[This is the headline over a transcript of a segment from NBC Nightly News on this date in 1992. It reads as follows:]
TOM BROKAW, anchor:
Finally, there is some justice. That was the reaction today from a family member in the bombing of Pan Am Flight 103, when a federal jury found the airline guilty of willful misconduct. That decision is expected to force the insurance companies now to pay millions of dollars in claims. NBC's John Miller is following the case.
JOHN MILLER reporting:
It was four days before Christmas. The plane was blasted out of the sky at 39,000 feet. The tiny village of Lockerbie, Scotland, shook under a torrent of wreckage and corpses. 259 passengers were killed, 186 of them were Americans. Eleven more people were killed in the village below. For almost four years, the families of those killed have fought to get Pan Am to admit some responsibility. For five months in this New York courthouse, lawyers for Pan Am have been trying to claim to a jury they're not responsible. Today, that jury ruled that Pan Am was negligent by allowing the suitcase that contained the bomb to be loaded onto Flight 103. The suitcase was not inspected by Pan Am employees, even though records would have told them it wasn't connected to any of the passengers on that flight. A federal judge issued a gag order so lawyers and family members couldn't comment today. But Paul Hudson, who represents a group of the families, said this before he learned of the gag order:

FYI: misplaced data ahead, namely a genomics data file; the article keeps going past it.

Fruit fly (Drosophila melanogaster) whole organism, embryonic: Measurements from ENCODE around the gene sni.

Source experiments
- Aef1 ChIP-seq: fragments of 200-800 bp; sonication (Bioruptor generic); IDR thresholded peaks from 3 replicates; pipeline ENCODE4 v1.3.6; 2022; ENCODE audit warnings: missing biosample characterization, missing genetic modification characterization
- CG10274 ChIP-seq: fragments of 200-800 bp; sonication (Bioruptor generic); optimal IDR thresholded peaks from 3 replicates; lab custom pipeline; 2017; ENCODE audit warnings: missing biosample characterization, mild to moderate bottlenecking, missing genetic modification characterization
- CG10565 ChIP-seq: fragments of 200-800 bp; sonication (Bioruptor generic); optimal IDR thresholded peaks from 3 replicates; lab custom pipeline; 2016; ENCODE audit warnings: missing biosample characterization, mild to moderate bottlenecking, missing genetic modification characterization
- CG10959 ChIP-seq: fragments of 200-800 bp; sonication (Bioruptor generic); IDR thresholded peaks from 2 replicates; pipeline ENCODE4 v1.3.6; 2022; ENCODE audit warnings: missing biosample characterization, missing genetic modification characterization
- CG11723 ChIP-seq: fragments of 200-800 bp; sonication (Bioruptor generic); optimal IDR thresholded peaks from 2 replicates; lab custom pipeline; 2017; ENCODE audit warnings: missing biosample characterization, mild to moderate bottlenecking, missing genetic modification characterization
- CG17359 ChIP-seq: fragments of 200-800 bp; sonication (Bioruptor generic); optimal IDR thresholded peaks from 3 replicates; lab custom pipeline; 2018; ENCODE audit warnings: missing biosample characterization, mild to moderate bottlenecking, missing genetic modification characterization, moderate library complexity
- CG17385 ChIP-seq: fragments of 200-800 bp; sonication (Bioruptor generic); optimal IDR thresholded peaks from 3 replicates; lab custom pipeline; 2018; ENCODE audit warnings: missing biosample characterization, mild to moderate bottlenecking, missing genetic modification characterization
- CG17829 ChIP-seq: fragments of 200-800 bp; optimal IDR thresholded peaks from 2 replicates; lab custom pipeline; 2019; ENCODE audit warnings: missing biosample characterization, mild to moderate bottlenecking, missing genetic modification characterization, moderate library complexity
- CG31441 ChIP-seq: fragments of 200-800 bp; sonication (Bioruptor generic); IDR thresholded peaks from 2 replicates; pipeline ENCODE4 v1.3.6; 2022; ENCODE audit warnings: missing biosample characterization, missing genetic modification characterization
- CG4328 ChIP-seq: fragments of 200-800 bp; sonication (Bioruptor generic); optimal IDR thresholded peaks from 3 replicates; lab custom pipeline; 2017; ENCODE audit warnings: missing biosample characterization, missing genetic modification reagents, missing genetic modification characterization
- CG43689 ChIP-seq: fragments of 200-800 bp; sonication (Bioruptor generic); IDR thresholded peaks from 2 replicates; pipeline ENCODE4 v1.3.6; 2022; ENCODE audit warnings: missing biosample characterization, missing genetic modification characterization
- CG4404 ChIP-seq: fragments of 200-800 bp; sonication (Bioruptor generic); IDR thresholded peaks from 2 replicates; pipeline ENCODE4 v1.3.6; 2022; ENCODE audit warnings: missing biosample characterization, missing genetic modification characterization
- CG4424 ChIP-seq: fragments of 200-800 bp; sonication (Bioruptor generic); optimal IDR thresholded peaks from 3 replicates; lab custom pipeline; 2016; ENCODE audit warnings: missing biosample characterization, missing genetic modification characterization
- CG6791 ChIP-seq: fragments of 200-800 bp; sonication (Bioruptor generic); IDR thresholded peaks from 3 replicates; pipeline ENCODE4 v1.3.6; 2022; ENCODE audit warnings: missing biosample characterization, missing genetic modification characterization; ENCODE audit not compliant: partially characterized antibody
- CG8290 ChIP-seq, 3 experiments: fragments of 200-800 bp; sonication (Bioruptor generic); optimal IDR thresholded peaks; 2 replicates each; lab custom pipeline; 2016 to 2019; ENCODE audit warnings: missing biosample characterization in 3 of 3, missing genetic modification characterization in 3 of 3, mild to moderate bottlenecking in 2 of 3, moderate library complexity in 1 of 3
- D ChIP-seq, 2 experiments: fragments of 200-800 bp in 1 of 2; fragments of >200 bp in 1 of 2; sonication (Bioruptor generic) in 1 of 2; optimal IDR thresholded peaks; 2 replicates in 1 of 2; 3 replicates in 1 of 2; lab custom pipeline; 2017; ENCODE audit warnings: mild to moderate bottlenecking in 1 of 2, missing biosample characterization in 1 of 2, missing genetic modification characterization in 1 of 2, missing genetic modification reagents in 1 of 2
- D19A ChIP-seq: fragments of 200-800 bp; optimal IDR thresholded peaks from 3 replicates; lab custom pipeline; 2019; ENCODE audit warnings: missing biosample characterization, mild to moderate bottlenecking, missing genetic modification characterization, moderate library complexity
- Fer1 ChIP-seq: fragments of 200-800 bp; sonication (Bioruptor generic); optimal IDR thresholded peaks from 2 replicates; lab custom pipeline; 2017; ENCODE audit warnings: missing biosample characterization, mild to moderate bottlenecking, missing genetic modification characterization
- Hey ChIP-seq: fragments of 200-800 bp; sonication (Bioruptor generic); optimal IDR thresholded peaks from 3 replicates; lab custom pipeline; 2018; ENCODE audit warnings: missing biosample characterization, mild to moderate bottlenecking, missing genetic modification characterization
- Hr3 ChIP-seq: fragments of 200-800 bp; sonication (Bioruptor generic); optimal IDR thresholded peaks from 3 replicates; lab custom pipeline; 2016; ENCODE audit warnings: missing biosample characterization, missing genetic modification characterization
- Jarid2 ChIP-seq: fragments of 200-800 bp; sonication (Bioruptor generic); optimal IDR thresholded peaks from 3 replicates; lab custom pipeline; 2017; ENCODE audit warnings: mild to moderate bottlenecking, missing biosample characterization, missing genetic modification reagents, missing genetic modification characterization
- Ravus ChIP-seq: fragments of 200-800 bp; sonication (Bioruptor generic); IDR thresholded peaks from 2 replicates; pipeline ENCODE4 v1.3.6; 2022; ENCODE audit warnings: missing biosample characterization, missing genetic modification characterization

PAUL HUDSON: Well it's, it's a matter of great relief that at least this phase is now over, and the, the issue of Pan Am's poor security has been formally determined.
MILLER: In London, British family members said the suit, which demands $300 million, wasn't about money. It was about forcing airlines to tighten security.
PETER WATSON: There's a warning to the airline industry that if their security is as lax and as poor and as haphazard as Pan Am's security was in this occasion, then they face fearful damages.